On April 6 2017, the Government’s new Apprenticeship Levy will come into force. It will only be paid by UK companies that have an annual salary bill of more than £3 million.

Companies that are affected by the levy will need to pay 0.5% of their payroll bill to the Government so that it can fund the provision of apprenticeships. Each company will receive a £15,000 allowance to offset against their levy payment, so in effect it will only be paid on the portion of the wage bill that exceeds £3 million. Companies that operate more than one payroll will only be able to claim the allowance once.

Only 2% of UK companies will need to pay the levy, but if your company is one of the 22,000 affected by the new requirements, then you need to ensure that you are prepared for its introduction in April.

Companies will need to notify HM Revenue & Customs (HMRC) each month whether they are eligible to pay the levy. You will need to calculate the size of the levy you need to pay, before declaring to HMRC that you have included the levy in your usual PAYE payment. This declaration will be made via your Employer Payment Summary (EPS).

How to Calculate Your Levy Charge

Although eligibility to pay the levy is based on the size of your annual salary bill, the levy will be paid on a monthly basis. This means that for the first month of each tax year you will need to carry out the following calculations:

  • Divide your Apprenticeship Levy allowance by 12
  • Subtract this figure from 0.5% of your monthly pay bill

For subsequent months, the required calculations are:

  • Calculate your total salary bill for the year so far
  • Calculate the total of your monthly levy allowances for the year so far
  • Subtract the total of these levy allowances from 0.5% of your total pay bill for the year so far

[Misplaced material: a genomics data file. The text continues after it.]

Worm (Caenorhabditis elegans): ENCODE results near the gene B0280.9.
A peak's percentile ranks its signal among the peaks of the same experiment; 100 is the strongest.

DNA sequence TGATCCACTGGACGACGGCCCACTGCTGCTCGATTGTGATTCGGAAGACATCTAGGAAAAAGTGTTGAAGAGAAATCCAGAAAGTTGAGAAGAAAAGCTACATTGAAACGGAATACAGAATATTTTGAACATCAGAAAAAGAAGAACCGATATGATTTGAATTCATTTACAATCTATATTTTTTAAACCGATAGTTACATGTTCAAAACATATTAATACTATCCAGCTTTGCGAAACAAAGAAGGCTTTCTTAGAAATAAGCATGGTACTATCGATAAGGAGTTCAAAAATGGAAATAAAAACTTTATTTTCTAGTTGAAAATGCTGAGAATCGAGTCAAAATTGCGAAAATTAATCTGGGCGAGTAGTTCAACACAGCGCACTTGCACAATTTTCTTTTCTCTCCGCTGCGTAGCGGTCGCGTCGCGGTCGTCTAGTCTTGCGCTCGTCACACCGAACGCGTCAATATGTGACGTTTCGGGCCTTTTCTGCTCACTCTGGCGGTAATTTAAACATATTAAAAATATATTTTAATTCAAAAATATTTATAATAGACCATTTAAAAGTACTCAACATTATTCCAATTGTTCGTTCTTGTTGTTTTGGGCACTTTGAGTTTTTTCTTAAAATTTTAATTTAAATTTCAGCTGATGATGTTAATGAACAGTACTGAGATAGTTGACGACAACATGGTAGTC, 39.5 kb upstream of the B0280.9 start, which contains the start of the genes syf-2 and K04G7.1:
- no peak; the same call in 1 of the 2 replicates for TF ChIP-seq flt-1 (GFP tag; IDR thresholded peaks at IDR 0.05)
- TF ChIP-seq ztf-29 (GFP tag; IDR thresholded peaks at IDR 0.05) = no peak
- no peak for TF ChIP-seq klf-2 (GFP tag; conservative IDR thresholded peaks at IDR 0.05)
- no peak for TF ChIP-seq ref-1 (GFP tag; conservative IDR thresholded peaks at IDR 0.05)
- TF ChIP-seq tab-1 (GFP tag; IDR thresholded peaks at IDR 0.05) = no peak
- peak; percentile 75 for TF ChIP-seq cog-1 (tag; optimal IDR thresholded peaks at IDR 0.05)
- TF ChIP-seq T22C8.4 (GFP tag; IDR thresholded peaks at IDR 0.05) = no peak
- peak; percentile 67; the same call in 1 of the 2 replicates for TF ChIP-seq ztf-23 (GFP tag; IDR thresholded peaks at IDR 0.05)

• Subtract the amount you’ve paid as levy payments for the year so far

Payroll Reporting Requirements

If your levy payment changes from month to month, this must be declared on the next EPS following the change.

If you make a mistake regarding payment of the levy, you will need to declare this on an additional EPS at the end of the tax year, and make good your payment shortfall.

Records of all information you use to calculate your levy payment must be retained for at least three years following the end of the tax year to which they relate.

The introduction of the apprenticeship levy is just the latest in a series of changes that have made administering payroll more complex. If you currently outsource your payroll function, then you need to check with your provider that they can handle the requirements of the apprenticeship levy. If you currently administer your payroll in-house, then now might be the time to consider outsourcing it to an external payroll provider that specialises in this area.

Once companies based in England have paid the levy, they will be able to access funds for provision of apprenticeships via a digital apprenticeship service account. By 2020, it is anticipated that all companies will be able to access this account, including those not subject to the levy.

Last Updated on 6 months by Gary Parsons



Author: Gary Parsons
Gary is CEO at Talk Staff, passionate about the role that people play in helping build long-term and sustainable businesses. He sits on local business advisory boards and has been key in leading the growth of Talk Staff from inception in 2009.